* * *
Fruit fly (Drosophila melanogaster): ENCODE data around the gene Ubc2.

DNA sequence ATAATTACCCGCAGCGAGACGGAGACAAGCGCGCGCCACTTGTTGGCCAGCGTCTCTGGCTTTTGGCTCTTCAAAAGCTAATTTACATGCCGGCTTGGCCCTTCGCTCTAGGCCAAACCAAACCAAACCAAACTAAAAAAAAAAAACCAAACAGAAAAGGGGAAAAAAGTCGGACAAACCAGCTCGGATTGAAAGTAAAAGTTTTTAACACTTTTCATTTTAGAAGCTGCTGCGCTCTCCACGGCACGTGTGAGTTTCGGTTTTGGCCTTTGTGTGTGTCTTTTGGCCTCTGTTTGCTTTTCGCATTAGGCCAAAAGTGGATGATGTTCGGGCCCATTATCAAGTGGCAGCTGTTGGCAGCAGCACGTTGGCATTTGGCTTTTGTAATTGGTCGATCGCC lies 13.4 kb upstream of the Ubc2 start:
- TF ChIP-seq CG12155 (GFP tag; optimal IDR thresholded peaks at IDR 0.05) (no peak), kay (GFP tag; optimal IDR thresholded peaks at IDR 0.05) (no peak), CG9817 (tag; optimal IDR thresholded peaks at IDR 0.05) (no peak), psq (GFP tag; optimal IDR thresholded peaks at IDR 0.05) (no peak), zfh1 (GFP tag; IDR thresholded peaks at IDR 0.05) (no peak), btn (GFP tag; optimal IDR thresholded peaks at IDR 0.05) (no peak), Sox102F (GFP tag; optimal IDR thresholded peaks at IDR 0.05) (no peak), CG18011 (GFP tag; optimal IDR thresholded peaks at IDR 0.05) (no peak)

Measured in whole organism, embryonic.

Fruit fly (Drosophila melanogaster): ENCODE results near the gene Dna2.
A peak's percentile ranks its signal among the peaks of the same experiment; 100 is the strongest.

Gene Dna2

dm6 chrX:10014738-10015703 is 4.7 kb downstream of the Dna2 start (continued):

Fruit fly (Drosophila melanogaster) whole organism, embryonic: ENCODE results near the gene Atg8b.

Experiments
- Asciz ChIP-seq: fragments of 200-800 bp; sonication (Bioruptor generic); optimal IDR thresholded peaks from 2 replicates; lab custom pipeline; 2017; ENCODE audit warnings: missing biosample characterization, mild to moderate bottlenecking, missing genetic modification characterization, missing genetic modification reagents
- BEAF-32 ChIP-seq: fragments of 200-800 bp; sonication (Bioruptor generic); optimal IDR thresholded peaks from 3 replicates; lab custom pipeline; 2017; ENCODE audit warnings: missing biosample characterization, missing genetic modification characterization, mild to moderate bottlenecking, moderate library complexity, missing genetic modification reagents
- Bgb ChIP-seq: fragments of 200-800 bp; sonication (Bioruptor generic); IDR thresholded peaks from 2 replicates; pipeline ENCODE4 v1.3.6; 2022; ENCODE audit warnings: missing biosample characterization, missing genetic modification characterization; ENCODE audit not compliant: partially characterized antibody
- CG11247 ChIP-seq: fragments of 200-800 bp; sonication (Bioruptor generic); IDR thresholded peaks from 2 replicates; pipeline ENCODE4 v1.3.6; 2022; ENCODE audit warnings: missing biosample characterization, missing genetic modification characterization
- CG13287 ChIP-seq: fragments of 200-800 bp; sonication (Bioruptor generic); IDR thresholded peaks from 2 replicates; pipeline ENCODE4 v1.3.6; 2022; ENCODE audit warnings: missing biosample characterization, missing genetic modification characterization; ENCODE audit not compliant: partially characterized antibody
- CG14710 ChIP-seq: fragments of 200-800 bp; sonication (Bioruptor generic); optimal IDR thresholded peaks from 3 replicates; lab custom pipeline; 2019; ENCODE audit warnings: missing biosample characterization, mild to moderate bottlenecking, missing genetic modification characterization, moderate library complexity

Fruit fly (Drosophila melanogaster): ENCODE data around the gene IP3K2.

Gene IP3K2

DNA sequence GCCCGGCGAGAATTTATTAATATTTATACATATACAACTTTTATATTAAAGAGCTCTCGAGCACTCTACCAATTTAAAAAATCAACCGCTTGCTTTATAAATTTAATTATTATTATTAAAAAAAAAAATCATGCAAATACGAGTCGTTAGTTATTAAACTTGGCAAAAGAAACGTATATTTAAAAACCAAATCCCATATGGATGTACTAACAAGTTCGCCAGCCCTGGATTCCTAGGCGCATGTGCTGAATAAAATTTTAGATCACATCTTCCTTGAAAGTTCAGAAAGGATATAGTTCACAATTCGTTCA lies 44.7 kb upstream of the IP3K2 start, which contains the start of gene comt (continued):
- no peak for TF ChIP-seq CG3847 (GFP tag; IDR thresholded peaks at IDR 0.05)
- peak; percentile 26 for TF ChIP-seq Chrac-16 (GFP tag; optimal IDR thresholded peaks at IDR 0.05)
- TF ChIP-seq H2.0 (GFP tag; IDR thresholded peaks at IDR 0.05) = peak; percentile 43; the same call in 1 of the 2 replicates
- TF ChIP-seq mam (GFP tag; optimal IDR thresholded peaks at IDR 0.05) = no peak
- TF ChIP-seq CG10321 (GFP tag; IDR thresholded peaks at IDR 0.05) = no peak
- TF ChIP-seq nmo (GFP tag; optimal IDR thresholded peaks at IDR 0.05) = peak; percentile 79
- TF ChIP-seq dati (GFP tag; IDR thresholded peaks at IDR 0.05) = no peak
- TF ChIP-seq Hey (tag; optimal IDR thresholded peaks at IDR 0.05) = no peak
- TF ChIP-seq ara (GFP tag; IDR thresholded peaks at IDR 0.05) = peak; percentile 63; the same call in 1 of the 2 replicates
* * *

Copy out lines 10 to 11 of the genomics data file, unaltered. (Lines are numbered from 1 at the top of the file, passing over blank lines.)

Experiments
- Asciz ChIP-seq: fragments of 200-800 bp; sonication (Bioruptor generic); optimal IDR thresholded peaks from 2 replicates; lab custom pipeline; 2017; ENCODE audit warnings: missing biosample characterization, mild to moderate bottlenecking, missing genetic modification characterization, missing genetic modification reagents